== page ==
The iPhone 13 release date should be much closer to “normal” this year, and Apple appears to be very bullish on the prospects of this year’s lineup.
Apple is on track to launch the iPhone 13 in late September, according to Wedbush analysis Daniel Ives (via MacRumors), who reports that supply chain checks suggest that the next iPhone could launch during the third week of September.
Despite the claim, Ives said there is still a chance that the launch could be pushed back to early October:
We have gotten more detailed reads from our supply chain checks for iPhone 13 builds with this next iPhone launch coming out of Cupertino in the late September timeframe. From a timing perspective, we believe the current iPhone 13 launch is slated for the third week in September as of now but could push out into early October based on continued product model tweaks.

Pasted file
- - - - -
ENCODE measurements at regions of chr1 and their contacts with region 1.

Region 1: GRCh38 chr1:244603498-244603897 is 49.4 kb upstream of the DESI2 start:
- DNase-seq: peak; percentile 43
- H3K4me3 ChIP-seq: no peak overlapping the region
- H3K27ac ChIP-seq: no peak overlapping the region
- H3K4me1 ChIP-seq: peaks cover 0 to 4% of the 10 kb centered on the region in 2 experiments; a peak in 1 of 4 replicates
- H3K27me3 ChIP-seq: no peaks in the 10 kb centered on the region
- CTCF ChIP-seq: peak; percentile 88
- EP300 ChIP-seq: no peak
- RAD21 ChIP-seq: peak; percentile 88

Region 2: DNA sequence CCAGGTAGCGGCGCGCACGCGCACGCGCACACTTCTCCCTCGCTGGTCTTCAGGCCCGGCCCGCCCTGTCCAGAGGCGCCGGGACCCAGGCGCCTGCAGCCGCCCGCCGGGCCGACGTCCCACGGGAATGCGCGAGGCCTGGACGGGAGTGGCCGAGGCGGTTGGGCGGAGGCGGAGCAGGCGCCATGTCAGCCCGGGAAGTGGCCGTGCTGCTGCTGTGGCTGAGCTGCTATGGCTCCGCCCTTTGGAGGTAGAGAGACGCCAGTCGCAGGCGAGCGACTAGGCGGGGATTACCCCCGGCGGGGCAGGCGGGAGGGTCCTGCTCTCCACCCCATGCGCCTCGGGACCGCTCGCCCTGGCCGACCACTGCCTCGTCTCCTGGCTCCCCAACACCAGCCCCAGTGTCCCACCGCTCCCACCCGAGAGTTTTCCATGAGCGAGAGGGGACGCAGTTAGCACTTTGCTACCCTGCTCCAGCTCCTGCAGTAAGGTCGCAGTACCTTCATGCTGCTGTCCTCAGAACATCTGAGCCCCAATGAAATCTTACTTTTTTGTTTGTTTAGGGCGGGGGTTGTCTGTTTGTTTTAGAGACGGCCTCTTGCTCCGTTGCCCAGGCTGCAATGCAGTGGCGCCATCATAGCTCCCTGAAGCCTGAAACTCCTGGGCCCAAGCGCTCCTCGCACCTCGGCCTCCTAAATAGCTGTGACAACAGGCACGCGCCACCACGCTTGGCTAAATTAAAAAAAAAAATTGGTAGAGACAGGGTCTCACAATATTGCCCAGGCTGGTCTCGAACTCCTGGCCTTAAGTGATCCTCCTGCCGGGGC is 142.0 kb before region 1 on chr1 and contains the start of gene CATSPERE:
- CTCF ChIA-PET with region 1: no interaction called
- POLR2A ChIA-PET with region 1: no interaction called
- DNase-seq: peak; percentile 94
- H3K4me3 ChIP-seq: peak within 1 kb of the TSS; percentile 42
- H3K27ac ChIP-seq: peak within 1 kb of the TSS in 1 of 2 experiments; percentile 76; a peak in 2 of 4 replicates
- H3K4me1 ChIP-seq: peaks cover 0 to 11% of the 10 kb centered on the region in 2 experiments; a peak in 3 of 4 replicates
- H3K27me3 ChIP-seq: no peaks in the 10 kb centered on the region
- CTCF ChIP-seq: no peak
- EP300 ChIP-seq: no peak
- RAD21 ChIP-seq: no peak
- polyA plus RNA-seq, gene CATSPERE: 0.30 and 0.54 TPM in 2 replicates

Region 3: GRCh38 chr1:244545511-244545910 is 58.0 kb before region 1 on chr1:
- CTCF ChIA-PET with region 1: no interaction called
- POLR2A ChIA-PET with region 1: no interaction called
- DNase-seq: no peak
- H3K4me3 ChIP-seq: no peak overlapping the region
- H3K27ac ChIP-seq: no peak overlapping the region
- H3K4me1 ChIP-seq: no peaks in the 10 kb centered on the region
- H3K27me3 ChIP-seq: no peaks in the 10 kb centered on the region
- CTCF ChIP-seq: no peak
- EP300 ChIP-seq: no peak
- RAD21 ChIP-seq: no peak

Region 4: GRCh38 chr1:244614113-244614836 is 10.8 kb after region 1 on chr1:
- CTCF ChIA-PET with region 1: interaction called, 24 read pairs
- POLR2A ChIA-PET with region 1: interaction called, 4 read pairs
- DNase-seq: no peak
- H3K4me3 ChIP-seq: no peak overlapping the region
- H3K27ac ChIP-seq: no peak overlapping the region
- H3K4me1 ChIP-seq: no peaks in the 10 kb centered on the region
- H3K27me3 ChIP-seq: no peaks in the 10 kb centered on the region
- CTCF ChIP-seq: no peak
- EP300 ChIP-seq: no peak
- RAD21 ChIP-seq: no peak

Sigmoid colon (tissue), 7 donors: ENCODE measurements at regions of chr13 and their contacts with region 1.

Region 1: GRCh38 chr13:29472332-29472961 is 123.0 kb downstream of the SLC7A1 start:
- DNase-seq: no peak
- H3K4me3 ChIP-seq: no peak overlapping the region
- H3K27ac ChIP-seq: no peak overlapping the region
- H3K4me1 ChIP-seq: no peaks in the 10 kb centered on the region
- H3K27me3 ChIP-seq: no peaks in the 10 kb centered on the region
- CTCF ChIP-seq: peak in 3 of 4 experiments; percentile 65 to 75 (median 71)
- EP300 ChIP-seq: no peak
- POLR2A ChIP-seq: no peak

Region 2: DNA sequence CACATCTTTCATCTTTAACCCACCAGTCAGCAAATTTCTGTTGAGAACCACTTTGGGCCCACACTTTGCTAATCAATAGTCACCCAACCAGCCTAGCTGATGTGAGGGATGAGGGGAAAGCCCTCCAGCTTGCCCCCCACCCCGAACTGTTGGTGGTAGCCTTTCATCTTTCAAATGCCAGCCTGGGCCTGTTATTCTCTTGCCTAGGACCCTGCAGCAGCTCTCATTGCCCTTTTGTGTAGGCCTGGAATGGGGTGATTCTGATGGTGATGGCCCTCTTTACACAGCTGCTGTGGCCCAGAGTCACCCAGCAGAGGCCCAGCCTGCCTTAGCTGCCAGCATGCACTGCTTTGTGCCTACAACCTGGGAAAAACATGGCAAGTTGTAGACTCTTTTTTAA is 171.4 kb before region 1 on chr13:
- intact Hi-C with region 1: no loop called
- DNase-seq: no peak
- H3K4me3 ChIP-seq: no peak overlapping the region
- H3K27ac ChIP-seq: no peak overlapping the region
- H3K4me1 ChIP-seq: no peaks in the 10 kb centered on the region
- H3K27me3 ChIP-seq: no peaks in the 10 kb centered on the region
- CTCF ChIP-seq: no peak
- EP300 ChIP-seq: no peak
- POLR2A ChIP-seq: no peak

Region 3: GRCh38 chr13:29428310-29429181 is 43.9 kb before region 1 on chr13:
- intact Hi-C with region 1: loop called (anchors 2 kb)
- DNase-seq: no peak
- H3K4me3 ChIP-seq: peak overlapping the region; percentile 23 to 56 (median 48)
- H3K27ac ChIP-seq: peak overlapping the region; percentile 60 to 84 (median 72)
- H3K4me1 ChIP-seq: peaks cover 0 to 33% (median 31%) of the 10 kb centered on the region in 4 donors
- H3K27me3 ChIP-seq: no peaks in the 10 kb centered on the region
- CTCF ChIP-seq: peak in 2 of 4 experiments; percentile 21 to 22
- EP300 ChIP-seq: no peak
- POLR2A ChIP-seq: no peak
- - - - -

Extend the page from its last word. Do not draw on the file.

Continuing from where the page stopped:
The analyst note said that Apple is gearing up to produce iPhone 13 units in the “100 million range,” which would be a 25 percent jump up from the iPhone 12. That’s not a huge surprise, given that the economy continues to recover and that consumer spending and confidence will likely be higher in the fall of this year.
Rumours and reports about the iPhone 13 line have been trickling out for months, and some of the latest suggest that the next phone made by Apple will bring back Touch ID with an under-display fingerprint sensor.
Analysts have predicted that Apple would move the sensor under the display this fall. They have also discussed a more tightly integrated version of the existing structured light system, which would result in a smaller notch.
Beyond the smaller notch and the return of Touch ID, some rumours claim iPhone 13 models will have a display with a 120Hz refresh rate, more powerful 5G modems, cameras upgrades, LiDAR scanners across the lineup, and larger batteries for improved battery life.
There are surely plenty of upgrades to look forward to in the iPhone 13 lineup, and it will be even more exciting for customers that they can get their hands on the newer devices earlier.